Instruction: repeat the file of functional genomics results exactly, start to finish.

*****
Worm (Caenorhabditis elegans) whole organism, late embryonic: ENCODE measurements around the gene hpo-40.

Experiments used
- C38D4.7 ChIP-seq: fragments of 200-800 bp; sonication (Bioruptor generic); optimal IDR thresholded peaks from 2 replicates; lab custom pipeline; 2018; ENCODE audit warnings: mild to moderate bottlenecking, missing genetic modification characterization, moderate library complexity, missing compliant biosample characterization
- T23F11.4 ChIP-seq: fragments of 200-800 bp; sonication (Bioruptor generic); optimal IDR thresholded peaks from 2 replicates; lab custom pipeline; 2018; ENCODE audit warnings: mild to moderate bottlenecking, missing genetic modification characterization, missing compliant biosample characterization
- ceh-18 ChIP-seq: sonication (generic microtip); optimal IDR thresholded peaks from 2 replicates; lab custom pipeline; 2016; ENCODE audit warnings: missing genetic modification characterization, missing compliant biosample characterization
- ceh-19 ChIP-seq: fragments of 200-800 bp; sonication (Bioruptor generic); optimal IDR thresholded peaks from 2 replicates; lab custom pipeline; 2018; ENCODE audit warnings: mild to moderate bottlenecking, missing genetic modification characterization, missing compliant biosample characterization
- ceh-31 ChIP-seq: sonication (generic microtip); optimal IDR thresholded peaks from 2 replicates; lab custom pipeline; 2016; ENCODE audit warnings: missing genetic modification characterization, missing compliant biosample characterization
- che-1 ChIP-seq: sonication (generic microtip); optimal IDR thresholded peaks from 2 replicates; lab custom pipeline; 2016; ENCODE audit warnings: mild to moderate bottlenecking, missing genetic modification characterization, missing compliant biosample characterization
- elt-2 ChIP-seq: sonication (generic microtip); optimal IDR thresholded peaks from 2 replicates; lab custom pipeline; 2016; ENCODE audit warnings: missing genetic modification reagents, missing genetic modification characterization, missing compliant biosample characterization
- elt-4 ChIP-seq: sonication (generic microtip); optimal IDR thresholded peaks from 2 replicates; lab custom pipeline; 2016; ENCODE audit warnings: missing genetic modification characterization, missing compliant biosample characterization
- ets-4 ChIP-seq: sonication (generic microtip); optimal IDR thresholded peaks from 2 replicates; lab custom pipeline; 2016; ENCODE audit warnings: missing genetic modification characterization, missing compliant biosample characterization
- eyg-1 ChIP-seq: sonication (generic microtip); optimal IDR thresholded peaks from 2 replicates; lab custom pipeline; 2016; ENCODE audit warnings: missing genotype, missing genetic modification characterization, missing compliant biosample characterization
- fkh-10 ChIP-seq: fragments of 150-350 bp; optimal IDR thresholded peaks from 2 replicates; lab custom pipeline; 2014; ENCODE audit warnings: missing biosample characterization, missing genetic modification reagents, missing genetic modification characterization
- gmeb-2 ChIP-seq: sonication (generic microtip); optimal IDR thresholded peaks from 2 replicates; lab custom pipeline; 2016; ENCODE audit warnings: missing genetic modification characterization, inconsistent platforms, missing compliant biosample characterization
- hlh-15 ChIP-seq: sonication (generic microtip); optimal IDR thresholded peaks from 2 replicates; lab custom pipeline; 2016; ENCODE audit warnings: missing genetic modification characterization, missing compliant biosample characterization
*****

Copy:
Worm (Caenorhabditis elegans) whole organism, late embryonic: ENCODE measurements around the gene hpo-40.

Experiments used
- C38D4.7 ChIP-seq: fragments of 200-800 bp; sonication (Bioruptor generic); optimal IDR thresholded peaks from 2 replicates; lab custom pipeline; 2018; ENCODE audit warnings: mild to moderate bottlenecking, missing genetic modification characterization, moderate library complexity, missing compliant biosample characterization
- T23F11.4 ChIP-seq: fragments of 200-800 bp; sonication (Bioruptor generic); optimal IDR thresholded peaks from 2 replicates; lab custom pipeline; 2018; ENCODE audit warnings: mild to moderate bottlenecking, missing genetic modification characterization, missing compliant biosample characterization
- ceh-18 ChIP-seq: sonication (generic microtip); optimal IDR thresholded peaks from 2 replicates; lab custom pipeline; 2016; ENCODE audit warnings: missing genetic modification characterization, missing compliant biosample characterization
- ceh-19 ChIP-seq: fragments of 200-800 bp; sonication (Bioruptor generic); optimal IDR thresholded peaks from 2 replicates; lab custom pipeline; 2018; ENCODE audit warnings: mild to moderate bottlenecking, missing genetic modification characterization, missing compliant biosample characterization
- ceh-31 ChIP-seq: sonication (generic microtip); optimal IDR thresholded peaks from 2 replicates; lab custom pipeline; 2016; ENCODE audit warnings: missing genetic modification characterization, missing compliant biosample characterization
- che-1 ChIP-seq: sonication (generic microtip); optimal IDR thresholded peaks from 2 replicates; lab custom pipeline; 2016; ENCODE audit warnings: mild to moderate bottlenecking, missing genetic modification characterization, missing compliant biosample characterization
- elt-2 ChIP-seq: sonication (generic microtip); optimal IDR thresholded peaks from 2 replicates; lab custom pipeline; 2016; ENCODE audit warnings: missing genetic modification reagents, missing genetic modification characterization, missing compliant biosample characterization
- elt-4 ChIP-seq: sonication (generic microtip); optimal IDR thresholded peaks from 2 replicates; lab custom pipeline; 2016; ENCODE audit warnings: missing genetic modification characterization, missing compliant biosample characterization
- ets-4 ChIP-seq: sonication (generic microtip); optimal IDR thresholded peaks from 2 replicates; lab custom pipeline; 2016; ENCODE audit warnings: missing genetic modification characterization, missing compliant biosample characterization
- eyg-1 ChIP-seq: sonication (generic microtip); optimal IDR thresholded peaks from 2 replicates; lab custom pipeline; 2016; ENCODE audit warnings: missing genotype, missing genetic modification characterization, missing compliant biosample characterization
- fkh-10 ChIP-seq: fragments of 150-350 bp; optimal IDR thresholded peaks from 2 replicates; lab custom pipeline; 2014; ENCODE audit warnings: missing biosample characterization, missing genetic modification reagents, missing genetic modification characterization
- gmeb-2 ChIP-seq: sonication (generic microtip); optimal IDR thresholded peaks from 2 replicates; lab custom pipeline; 2016; ENCODE audit warnings: missing genetic modification characterization, inconsistent platforms, missing compliant biosample characterization
- hlh-15 ChIP-seq: sonication (generic microtip); optimal IDR thresholded peaks from 2 replicates; lab custom pipeline; 2016; ENCODE audit warnings: missing genetic modification characterization, missing compliant biosample characterization